With this setup, the researchers found they were able to orient material fibers at desired directions. Compared to a traditional 3D printer, Yoon said the robotic printer produced parts with good surface finish, less layers and enhanced mechanical properties (e.g. high stiffness, high peak loads).
The researchers demonstrated numerous ways to enhance the robotic set up to improve upon different printing technologies. For example, using a three-nozzle extrusion system, where one extruder prints support materials and the other two print structural material with different resolutions, build time is significantly reduced and surface finish is significantly improved, Yoon said.
To successfully print using the robotic 3D printer, path planning – or mapping of the exact route the robot will take to build the prototype – is essential. In its absence, given the numerous angles and degrees of freedom to the robotic arm, collisions and disruptions are more likely.
Once successfully implemented, path planning can help save material, improve print speeds and reduce energy use. To ensure such optimization, the researchers generated sequences of positions and tool angles to optimize the robot’s path or approach to printing. For instance, while printing on a concave surface, there is the risk that an extruder tip will hit the substrate or already printed structure of it’s left in the usual default position, which is perpendicular to the surface. Thus, in path planning, different angles might be considered. Printing layers with varying fiber orientation has additional benefits: this process makes the output smoother and stronger, Yoon said.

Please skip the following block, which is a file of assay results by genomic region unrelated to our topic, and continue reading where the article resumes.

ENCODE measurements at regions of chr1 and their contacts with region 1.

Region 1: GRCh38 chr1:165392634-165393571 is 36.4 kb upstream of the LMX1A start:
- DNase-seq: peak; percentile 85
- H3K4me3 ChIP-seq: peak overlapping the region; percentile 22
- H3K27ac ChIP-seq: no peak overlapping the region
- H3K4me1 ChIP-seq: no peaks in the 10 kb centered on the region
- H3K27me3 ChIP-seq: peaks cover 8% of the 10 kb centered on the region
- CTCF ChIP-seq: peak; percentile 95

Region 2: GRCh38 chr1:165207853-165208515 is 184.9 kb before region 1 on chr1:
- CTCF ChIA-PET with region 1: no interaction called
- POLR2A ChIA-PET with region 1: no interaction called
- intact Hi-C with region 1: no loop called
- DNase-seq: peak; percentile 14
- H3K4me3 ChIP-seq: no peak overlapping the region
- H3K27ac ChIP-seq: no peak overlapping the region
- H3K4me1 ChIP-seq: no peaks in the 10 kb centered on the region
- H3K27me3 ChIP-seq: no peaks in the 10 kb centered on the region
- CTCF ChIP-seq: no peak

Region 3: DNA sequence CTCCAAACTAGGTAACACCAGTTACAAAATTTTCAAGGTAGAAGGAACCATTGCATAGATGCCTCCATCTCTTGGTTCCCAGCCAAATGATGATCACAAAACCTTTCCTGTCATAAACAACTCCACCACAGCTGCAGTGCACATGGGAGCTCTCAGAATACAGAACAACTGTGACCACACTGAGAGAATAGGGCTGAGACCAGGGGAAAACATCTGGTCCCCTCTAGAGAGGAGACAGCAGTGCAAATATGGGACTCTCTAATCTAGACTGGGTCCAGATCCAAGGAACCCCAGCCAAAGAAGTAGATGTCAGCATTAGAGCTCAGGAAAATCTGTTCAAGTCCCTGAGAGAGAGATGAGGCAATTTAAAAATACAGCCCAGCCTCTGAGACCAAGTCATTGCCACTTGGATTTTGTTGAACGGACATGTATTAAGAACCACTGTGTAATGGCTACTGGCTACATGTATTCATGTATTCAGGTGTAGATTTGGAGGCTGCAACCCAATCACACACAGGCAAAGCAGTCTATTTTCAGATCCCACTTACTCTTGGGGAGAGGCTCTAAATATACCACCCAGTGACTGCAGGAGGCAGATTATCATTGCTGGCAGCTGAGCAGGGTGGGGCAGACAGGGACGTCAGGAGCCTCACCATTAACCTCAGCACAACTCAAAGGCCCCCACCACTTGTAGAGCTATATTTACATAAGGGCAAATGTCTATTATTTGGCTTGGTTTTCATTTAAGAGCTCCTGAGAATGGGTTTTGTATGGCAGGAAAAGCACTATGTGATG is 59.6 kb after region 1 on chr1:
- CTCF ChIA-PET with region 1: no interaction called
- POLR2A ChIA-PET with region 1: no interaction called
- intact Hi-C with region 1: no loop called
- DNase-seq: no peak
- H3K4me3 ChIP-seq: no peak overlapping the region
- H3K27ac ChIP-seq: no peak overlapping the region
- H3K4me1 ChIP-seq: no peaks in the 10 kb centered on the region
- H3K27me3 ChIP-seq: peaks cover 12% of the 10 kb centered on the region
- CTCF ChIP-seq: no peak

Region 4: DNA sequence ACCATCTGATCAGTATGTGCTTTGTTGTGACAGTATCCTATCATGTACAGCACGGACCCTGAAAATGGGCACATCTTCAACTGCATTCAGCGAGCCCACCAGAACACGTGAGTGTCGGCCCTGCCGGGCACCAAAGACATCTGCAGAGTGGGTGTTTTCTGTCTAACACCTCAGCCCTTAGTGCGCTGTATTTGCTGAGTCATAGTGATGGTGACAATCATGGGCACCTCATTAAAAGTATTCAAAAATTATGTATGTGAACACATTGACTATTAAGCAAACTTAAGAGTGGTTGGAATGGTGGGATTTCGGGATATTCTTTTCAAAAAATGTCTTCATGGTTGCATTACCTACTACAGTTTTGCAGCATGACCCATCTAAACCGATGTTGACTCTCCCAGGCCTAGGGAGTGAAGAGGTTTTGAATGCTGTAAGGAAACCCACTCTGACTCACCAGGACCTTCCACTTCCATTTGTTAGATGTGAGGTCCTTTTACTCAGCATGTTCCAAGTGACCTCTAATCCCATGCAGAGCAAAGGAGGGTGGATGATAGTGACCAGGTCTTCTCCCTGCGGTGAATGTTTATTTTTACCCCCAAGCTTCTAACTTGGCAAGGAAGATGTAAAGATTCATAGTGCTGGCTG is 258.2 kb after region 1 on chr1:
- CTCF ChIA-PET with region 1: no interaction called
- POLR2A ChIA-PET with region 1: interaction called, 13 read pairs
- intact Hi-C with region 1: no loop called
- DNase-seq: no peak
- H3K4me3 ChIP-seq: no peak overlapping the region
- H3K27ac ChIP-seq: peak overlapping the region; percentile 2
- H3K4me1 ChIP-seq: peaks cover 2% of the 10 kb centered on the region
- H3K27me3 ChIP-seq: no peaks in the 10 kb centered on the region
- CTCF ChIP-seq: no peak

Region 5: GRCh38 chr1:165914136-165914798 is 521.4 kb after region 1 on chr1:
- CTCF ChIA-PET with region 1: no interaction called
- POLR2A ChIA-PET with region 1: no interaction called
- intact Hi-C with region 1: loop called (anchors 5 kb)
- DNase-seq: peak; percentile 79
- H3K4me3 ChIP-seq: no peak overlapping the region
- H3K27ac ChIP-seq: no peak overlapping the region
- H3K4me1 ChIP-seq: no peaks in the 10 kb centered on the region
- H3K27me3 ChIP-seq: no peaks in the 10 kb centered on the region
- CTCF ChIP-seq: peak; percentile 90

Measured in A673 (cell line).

Aerospace and automotive companies benefit from additive manufacturing from both a cost and productivity standpoint. Yoon said, “Companies used to need a lot of parts for a product, but now, with 3D printers, a lot fewer parts are needed to build the same product.”
Ultimately, these companies want to automate manufacturing and robots are a great solution to implement automation. In addition, when they are not used for 3D printing they can be used for other tasks such as finishing, assembly and part handling, Yoon said.
Next up, Yoon and his researchers want to look at making this system smarter. They want to use AI to improve accuracy and efficiency.
“When you print a complex part, there might be a gap between the filaments or oppositely, material accumulation in one spot. This is a common issue in both traditional and robotic 3D printers,” Yoon said. “We want to print defect-free parts, first by installing a camera and taking a picture of printed samples, as well as recording when these defects are created. That way we can observe how different variables impact the process.” The data gathered from the camera will help train an algorithm to prevent conditions that create the defects, helping to print better parts.